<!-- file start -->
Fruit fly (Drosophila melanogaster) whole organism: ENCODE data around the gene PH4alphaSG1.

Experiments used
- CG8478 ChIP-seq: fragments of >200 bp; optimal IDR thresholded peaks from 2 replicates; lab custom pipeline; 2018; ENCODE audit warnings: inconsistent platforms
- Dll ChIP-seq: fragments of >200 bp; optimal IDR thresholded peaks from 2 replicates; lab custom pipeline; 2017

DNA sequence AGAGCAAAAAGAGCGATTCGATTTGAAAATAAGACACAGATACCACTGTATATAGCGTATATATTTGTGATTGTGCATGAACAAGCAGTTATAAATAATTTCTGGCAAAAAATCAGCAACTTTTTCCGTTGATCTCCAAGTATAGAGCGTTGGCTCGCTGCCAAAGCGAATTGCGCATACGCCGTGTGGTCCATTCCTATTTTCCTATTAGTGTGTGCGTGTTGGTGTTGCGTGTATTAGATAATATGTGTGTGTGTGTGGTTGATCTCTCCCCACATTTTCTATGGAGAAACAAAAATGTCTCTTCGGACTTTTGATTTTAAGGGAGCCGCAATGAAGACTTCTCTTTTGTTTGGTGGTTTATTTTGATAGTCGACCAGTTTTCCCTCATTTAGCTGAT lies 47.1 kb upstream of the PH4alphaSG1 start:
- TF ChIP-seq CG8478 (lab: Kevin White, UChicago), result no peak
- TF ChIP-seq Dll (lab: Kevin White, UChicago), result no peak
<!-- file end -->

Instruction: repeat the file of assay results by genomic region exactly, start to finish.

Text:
Fruit fly (Drosophila melanogaster) whole organism: ENCODE data around the gene PH4alphaSG1.

Experiments used
- CG8478 ChIP-seq: fragments of >200 bp; optimal IDR thresholded peaks from 2 replicates; lab custom pipeline; 2018; ENCODE audit warnings: inconsistent platforms
- Dll ChIP-seq: fragments of >200 bp; optimal IDR thresholded peaks from 2 replicates; lab custom pipeline; 2017

DNA sequence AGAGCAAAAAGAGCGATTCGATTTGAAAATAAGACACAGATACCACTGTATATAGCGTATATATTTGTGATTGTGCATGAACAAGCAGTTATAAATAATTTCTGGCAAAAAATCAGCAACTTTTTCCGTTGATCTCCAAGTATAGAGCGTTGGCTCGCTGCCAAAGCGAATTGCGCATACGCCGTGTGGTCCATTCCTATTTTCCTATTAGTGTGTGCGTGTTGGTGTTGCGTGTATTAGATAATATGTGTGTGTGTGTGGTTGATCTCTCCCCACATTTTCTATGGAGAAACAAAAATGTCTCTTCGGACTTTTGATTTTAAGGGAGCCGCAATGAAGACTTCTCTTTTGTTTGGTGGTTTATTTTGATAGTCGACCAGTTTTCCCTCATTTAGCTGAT lies 47.1 kb upstream of the PH4alphaSG1 start:
- TF ChIP-seq CG8478 (lab: Kevin White, UChicago), result no peak
- TF ChIP-seq Dll (lab: Kevin White, UChicago), result no peak